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The preliminary hearing for Ahmaud Arbery's killers has begun

Over three months ago, 25-year-old Ahmaud Arbery went for a jog in the suburb of Satilla Shores, Georgia, and didn't return. A video released one month ago shows how Arbery, a Black man, was chased down and shot by two white men who were attempting to make a "citizen's arrest," having believed him to be responsible for a string of burglaries.

No arrest for Arbery's killing was made until that video was leaked and public pressure forced an outside district attorney to take up the case. The previous two district attorneys had recused themselves due to conflicts of interest, as one of the men involved in Arbery's death had formerly worked in local law enforcement. Both of those district attorneys are now under investigation for refusing to pursue the case.

Last month, the two men — father Gregory McMichael and son Travis McMichael — were charged with felony murder and aggravated assault in connection with Arbery's death. William "Roddie" Bryan, who recorded the video of the McMichaels accosting Arbery that went viral, was also charged with felony murder. During Thursday's probable cause hearing, a judge will decide whether it's likely that the McMichaels and Bryan are guilty of the crime they are charged with; if so, then they will face a trial. The Atlanta Journal-Constitution reported that all three men appeared via video from the Glynn County Detention Center, due to concerns about coronavirus spread.

The hearing began at 9:30 a.m., at which time a crowd had ballooned outside the courthouse to protest the killing of Arbery, despite rain in the area. Inside the courthouse, Special Agent Richard Dial of the Georgia Bureau of Investigation told Jesse Evans of the Cobb County District Attorney's office that there were other videos from the day Arbery was killed that depict him walking through a construction site without taking anything. Dial then said that Bryan saw the two McMichaels following Arbery in their vehicle and decided to join the pursuit. Dial said that neither the McMichaels nor Bryan called 911.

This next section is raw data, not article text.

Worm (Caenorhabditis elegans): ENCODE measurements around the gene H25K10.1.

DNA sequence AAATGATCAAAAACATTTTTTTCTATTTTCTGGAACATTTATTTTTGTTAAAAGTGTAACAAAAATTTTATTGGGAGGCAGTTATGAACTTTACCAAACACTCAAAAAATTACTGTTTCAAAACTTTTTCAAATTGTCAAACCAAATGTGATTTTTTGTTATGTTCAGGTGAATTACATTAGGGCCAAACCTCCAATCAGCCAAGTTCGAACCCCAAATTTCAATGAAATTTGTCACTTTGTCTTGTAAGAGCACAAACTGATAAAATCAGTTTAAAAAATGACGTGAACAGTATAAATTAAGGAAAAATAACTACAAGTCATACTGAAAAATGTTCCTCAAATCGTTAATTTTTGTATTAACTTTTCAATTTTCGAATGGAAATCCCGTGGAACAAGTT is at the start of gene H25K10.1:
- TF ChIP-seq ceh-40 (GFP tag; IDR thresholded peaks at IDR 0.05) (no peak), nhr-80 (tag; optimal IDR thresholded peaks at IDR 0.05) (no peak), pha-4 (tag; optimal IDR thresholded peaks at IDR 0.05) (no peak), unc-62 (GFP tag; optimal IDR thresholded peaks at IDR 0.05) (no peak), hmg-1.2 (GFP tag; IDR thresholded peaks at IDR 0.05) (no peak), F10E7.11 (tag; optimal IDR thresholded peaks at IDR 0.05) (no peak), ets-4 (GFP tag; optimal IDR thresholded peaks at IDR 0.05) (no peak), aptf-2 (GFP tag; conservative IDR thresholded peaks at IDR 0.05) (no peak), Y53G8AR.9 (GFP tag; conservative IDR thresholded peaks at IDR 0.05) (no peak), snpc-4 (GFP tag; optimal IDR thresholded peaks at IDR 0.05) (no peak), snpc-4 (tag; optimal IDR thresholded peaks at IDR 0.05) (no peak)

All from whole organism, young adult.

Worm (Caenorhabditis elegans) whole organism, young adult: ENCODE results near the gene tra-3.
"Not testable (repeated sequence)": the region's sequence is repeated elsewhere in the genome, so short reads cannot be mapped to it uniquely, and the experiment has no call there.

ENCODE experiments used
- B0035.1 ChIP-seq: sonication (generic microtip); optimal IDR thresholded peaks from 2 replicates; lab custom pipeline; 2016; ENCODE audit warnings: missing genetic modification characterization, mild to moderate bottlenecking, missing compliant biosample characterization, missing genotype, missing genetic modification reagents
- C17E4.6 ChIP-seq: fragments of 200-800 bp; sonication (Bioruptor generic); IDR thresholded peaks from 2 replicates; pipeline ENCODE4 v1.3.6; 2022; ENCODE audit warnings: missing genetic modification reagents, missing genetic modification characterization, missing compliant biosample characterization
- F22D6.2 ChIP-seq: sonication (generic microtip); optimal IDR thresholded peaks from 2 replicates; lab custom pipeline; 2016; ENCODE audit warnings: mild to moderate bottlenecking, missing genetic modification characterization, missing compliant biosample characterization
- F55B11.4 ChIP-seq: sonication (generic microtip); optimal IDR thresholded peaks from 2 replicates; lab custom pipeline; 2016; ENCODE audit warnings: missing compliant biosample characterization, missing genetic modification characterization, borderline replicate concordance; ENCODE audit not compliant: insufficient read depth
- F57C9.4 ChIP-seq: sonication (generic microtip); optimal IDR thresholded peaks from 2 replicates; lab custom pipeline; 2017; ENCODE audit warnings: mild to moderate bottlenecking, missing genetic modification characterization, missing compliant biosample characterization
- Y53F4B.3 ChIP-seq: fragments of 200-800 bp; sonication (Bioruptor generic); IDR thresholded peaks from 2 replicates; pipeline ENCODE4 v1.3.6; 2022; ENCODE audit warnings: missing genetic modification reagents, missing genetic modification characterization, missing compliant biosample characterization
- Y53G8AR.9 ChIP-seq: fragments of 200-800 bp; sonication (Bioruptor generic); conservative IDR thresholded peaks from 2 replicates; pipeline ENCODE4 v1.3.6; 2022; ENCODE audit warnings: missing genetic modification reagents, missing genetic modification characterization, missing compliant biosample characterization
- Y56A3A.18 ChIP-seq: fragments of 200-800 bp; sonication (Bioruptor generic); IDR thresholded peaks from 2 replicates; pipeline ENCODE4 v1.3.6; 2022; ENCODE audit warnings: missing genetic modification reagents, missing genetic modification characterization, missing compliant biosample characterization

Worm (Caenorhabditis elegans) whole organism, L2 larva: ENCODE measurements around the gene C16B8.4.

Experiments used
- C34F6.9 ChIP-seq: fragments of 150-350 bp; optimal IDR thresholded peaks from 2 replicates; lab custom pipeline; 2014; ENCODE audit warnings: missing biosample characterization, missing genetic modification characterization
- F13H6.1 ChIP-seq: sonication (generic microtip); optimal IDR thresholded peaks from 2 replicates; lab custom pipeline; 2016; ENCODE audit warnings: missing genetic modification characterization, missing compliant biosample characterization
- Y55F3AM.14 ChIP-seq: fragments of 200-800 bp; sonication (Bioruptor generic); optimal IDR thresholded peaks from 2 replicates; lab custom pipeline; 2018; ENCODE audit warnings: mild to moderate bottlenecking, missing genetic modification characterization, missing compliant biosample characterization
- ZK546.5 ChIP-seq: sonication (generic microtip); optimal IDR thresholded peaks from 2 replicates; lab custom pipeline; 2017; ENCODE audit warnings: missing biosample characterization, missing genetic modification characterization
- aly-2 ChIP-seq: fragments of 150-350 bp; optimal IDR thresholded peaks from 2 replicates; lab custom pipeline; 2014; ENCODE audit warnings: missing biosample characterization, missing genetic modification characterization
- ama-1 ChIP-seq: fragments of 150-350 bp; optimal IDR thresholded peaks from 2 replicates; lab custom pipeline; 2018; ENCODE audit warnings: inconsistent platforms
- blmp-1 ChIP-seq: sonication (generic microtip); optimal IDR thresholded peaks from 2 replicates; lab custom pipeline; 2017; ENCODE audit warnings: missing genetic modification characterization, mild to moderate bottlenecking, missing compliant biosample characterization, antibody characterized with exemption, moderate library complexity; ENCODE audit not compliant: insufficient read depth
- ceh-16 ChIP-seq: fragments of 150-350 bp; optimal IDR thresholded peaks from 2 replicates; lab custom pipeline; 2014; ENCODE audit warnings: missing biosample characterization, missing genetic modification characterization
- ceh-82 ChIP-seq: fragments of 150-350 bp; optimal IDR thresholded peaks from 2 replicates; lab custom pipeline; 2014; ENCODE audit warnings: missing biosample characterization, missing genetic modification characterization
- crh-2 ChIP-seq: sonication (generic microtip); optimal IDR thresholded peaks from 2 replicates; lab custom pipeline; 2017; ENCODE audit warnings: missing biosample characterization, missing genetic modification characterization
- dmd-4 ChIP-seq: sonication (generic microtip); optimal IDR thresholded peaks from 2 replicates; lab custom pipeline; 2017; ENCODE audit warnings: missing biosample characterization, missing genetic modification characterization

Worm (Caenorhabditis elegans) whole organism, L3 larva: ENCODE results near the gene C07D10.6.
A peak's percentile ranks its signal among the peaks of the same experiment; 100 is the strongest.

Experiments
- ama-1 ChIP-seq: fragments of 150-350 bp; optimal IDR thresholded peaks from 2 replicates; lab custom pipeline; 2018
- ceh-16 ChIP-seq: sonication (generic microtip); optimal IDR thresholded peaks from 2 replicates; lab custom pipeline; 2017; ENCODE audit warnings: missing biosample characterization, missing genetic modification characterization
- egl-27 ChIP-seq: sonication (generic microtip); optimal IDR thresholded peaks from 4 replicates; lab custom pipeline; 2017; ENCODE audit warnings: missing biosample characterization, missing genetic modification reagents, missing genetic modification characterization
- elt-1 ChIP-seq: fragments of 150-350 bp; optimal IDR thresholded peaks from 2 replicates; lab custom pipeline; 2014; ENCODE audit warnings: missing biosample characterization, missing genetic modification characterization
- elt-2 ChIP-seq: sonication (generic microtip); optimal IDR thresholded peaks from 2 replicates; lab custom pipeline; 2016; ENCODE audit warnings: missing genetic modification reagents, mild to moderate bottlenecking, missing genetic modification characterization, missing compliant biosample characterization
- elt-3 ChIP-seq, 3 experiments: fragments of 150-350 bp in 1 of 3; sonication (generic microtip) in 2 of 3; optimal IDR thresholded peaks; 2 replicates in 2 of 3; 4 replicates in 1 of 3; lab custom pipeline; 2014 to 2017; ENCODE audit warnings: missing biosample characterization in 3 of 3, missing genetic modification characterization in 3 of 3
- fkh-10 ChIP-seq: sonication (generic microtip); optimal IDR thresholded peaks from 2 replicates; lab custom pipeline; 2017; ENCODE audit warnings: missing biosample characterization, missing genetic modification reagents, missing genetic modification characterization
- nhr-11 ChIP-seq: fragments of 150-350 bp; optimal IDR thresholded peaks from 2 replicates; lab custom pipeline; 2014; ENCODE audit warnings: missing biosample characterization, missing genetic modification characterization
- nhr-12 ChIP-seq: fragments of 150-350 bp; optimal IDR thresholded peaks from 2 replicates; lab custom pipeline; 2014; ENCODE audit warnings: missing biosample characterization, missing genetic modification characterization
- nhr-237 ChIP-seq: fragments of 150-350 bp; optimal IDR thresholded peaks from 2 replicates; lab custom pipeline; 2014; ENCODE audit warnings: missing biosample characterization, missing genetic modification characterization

Only after Travis McMichael got out to chase Arbery on foot did Gregory McMichael call 911. That was when the younger McMichael shot Arbery twice, killing him. Dial said that between when the younger McMichael killed Arbery and the police arrived, he called the deceased Arbery the n-word.

Later in the hearing, Dial told the judge that the younger McMichael, a former petty officer in the U.S. Coast Guard, had a history of using racist expletives. The lawyer for Travis McMichael questioned Arbery's mental health and argued that in shooting Arbery, his client was operating in self-defense. Dial contradicted that assertion, saying Travis McMichael's first shot was to Arbery's chest, which he called an "offensive shot."

The hearing begins during a wave of national protests against police brutality and the killing of Black people with impunity. Up until a month ago, this was the case in Arbery's killing: All three white men who filmed, chased, and later carried out the "modern-day lynching," as one NAACP official described Arbery's death, were not charged with any crime until the public saw the video and demanded justice.

Throughout the country, protesters have been demanding justice for Arbery, as well as Breonna Taylor, a Black woman killed in her home by Louisville police, and George Floyd, a Black man who was killed after a Minneapolis police man knelt on his neck for nearly nine minutes while he yelled "I can't breathe." Protesters have yelled the words throughout the past two weeks, and during a march in Atlanta this week, some protesters added another phrase: "Ahmaud, Ahmaud, I can't jog!"